About The Fund
Ever wonder what a mutual fund that took full advantage of the Internet would look like?
The modern, open-ended mutual fund dates back to the founding of the Massachusetts Investors’ Trust in 1924. This is clearly a model that’s stood the test of time and both bull and bear markets.
But it’s also a model that hasn’t changed much. Most mutual fund investors still get information from fund managers about what they own once a quarter, delivered the old-fashioned way by snail mail or – Holy software, Batman – as a download of that monthly paper document.
If investors are lucky they’ll get a page or two, quarterly, about why the manager bought or sold what the fund bought or sold as long as three months ago.
The industry calls that disclosure. I call it: Not Enough.
With the Jubak Global Equity Fund I’m committed to bringing the mutual fund into the Internet age. Every investor in the Jubak Global Equity Fund gets a complimentary subscription to the Jubak Asset Management newsletter, which on a daily basis—yes, that’s right, daily not monthly or quarterly—gives you priority access to my thinking about global economic trends, stock markets around the world, and stock market sectors. You’ll know what I’m thinking when I made a buy or a sell quickly.
That’s what I call “transparency” in the Internet Age.
But, of course, the Jubak Global Equity Fund won’t ignore the kind of old-fashioned transparency that investors are used to (and that the SEC requires) from mutual funds.
Scroll through the list of frequently asked questions (FAQ) to find answers to questions about what fees the fund charges, the minimum investment, and other stuff you should know before you send the Jubak Global Equity Fund a single dollar.
How do I decide what to buy? My process starts from the top down by looking for huge, giant, really big long-term global economic, financial, demographic, technology, and political trends. Going with a big top-down trend puts the wind at an investor’s back. And it’s a whole lot easier to make money if you’re betting with a trend that is so strong that it will make up for any small mistakes that you might make on timing.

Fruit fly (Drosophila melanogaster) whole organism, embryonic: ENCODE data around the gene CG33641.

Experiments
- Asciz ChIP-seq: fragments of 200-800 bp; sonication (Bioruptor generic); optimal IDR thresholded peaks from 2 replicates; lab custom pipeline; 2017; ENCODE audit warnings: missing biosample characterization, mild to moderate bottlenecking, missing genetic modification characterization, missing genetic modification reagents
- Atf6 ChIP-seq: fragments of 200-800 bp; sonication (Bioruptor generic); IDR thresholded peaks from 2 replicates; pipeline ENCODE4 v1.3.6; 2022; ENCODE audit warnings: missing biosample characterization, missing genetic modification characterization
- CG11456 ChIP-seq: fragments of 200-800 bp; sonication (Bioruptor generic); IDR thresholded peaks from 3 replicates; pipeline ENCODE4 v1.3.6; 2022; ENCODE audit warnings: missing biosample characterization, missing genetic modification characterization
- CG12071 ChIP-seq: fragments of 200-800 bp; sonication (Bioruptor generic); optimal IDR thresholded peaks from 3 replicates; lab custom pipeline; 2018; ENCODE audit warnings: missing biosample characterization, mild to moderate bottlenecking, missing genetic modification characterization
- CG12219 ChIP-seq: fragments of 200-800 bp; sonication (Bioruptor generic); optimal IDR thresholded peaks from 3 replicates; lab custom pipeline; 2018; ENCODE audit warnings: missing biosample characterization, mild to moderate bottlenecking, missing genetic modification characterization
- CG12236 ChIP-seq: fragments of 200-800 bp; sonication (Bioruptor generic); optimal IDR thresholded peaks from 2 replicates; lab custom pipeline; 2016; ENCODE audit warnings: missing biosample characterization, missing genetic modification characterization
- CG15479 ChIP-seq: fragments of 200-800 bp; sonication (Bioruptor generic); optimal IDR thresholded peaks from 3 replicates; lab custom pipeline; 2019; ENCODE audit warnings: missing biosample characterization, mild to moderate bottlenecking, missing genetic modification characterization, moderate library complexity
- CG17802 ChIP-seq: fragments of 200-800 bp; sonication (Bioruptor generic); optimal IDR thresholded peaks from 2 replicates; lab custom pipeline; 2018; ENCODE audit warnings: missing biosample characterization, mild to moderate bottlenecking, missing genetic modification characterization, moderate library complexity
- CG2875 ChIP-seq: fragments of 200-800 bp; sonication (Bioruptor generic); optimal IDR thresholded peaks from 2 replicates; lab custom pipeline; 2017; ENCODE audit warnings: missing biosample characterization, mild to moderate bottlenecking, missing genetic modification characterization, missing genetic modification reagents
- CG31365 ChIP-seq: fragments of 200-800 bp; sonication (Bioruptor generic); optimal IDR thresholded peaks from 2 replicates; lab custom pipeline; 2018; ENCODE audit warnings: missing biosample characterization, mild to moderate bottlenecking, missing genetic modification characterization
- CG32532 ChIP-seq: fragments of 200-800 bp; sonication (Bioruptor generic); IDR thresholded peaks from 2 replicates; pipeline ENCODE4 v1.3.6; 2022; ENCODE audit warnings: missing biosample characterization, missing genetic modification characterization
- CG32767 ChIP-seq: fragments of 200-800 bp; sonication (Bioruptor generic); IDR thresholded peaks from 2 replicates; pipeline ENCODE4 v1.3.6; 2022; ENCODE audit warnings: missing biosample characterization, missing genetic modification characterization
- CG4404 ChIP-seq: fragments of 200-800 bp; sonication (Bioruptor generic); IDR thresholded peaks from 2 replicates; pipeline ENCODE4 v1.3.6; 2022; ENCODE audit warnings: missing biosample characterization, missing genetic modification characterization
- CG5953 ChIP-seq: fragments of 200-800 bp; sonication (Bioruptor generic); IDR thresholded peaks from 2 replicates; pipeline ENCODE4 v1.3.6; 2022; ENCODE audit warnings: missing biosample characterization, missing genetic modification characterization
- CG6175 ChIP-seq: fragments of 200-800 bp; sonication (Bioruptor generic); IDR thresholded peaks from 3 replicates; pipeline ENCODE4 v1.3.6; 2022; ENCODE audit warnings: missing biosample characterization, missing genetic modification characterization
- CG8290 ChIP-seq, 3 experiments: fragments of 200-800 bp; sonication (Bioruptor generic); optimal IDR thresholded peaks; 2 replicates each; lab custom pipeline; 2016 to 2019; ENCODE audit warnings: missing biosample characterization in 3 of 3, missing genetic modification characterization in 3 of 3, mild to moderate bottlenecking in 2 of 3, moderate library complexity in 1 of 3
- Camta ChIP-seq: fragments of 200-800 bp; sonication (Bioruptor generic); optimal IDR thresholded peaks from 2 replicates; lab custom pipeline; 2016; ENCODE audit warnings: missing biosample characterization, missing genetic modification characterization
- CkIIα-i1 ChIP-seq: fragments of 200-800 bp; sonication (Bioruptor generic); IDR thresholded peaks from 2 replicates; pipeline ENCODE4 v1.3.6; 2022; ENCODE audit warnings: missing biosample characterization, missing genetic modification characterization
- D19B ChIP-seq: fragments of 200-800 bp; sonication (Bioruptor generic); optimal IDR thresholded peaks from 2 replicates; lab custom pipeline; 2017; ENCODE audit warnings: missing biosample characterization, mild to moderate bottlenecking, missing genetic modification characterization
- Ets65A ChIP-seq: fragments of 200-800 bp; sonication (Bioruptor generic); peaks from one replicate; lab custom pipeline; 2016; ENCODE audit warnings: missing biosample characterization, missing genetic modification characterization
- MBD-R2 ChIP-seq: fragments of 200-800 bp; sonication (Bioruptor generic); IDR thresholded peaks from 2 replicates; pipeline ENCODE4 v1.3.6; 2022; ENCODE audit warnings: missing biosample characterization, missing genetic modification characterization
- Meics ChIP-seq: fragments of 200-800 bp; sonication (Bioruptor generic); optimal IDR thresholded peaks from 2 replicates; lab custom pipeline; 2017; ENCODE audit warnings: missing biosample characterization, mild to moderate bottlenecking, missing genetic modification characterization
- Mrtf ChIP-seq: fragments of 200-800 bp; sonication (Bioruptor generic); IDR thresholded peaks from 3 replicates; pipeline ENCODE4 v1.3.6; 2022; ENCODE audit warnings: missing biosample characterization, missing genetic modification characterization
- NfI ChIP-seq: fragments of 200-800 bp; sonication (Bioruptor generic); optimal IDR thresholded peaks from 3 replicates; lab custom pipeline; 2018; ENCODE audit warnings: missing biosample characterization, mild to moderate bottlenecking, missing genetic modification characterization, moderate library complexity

I then identify specific companies that I think will be positively affected by these trends. The goal here isn’t to simply ride along with the crowd that says that this or that already high profile stock is the only way to play a specific trend. I dig down to find stocks that haven’t been discovered, where the price hasn’t been bid up, that trade in sometimes hard to trade in markets. The point isn’t just to buy the trend at any price but to buy low and sell high.
Here’s where the top-down meets the bottom-up. In choosing the specific stocks to buy to take advantage of these long term trends I look at fundamental positioning in a company’s market, management track records, competitive advantage vis-a-vis competitors, and financial staying power. I also try to buy these best-of-the-trend stocks whenever short-term market volatility gives me an opportunity to acquire these long-term trends at low or reasonable prices.
My expectation is that, in general, companies located or conducting business in developing countries will offer better growth opportunities than those dependent on developed economies over the next two or three decades, and that the relatively high volatility of these markets will give me plenty of opportunities to buy great stocks when they are temporarily out of favor. The fund’s investments will generally reflect my belief that investors who are willing and able to tolerate the volatility of these markets—their risk—are in a better position to receive proportionately higher returns for their discipline.